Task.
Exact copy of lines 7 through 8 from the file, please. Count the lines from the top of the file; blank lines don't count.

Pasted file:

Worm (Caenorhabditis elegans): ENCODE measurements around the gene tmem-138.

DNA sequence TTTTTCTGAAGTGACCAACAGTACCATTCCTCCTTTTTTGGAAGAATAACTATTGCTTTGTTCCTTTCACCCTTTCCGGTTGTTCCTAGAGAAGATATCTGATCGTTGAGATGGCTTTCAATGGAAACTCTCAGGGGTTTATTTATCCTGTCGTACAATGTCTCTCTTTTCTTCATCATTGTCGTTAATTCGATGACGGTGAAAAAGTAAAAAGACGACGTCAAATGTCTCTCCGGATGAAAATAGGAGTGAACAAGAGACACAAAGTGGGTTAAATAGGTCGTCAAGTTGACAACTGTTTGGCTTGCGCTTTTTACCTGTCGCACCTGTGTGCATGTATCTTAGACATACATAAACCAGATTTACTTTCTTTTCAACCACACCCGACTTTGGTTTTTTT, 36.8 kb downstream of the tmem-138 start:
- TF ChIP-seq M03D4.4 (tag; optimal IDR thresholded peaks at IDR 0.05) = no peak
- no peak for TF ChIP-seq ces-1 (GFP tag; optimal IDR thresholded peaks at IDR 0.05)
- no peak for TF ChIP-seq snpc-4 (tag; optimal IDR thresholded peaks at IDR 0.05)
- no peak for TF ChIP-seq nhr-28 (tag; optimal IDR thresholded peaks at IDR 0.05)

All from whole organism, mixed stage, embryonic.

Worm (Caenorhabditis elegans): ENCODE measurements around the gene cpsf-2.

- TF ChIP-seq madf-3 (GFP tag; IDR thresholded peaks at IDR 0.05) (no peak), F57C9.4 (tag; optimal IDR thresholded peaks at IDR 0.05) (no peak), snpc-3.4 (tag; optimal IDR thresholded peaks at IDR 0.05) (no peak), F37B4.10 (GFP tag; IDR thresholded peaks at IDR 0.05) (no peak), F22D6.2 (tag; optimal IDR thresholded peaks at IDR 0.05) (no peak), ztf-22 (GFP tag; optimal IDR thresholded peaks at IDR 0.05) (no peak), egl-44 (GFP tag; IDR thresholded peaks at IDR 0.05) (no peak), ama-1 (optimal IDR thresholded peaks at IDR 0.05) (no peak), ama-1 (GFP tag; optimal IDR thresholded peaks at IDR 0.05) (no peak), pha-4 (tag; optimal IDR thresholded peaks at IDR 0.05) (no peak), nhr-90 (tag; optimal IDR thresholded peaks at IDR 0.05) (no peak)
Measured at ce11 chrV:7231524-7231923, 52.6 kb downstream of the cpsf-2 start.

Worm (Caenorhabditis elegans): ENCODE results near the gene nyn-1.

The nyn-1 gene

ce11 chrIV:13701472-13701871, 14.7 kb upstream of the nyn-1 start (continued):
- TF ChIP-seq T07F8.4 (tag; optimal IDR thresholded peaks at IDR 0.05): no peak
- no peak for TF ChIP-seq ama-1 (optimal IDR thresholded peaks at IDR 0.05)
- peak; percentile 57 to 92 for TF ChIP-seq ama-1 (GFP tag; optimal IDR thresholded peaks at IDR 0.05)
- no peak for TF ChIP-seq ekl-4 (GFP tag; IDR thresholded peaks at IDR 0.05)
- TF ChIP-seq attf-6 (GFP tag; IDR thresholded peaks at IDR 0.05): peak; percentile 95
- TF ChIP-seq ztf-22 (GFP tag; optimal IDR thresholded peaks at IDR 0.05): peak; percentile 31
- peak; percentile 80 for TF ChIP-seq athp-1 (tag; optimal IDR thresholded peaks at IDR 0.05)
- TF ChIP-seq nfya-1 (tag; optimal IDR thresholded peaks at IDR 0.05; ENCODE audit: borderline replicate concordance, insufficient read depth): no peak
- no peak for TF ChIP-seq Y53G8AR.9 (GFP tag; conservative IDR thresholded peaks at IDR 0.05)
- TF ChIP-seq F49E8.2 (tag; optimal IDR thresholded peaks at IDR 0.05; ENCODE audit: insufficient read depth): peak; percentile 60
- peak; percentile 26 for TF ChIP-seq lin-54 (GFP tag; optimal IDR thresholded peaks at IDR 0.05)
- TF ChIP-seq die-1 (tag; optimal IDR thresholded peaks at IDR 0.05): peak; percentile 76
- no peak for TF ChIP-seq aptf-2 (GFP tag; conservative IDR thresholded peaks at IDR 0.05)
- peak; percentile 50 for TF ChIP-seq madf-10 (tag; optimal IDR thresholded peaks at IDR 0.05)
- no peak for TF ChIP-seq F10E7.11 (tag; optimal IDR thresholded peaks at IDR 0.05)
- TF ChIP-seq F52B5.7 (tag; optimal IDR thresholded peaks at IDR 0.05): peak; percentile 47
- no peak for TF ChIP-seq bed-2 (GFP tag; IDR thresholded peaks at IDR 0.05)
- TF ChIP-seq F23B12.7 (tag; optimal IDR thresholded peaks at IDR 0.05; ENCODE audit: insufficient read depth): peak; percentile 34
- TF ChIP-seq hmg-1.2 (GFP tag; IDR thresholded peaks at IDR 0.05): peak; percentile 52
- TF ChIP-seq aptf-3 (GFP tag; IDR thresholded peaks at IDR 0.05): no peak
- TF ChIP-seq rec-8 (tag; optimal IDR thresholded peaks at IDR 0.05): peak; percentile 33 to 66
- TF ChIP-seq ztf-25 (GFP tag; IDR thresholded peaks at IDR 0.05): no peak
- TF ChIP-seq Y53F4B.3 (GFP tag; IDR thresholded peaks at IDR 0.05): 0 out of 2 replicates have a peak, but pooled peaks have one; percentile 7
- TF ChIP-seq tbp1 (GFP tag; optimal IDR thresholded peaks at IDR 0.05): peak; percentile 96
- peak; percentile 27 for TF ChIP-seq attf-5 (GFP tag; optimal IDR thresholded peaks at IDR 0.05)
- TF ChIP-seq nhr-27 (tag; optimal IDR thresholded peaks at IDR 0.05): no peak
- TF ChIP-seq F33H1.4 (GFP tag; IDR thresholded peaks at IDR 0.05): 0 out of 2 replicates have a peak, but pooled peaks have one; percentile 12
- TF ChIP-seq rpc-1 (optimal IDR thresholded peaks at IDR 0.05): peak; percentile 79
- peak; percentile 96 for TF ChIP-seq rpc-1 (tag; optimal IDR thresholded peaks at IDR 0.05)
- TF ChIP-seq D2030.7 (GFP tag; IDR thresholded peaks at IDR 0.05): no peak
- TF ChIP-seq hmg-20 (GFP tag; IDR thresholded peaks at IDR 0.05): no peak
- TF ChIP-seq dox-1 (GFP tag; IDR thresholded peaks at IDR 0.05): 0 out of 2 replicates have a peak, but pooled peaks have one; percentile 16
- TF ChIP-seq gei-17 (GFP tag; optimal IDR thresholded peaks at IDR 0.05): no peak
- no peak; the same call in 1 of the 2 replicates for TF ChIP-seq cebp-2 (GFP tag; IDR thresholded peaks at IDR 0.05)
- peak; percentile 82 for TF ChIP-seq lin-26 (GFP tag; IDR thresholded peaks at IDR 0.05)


All from whole organism, mixed stage, embryonic.

Worm (Caenorhabditis elegans): ENCODE measurements around the gene cpsf-2.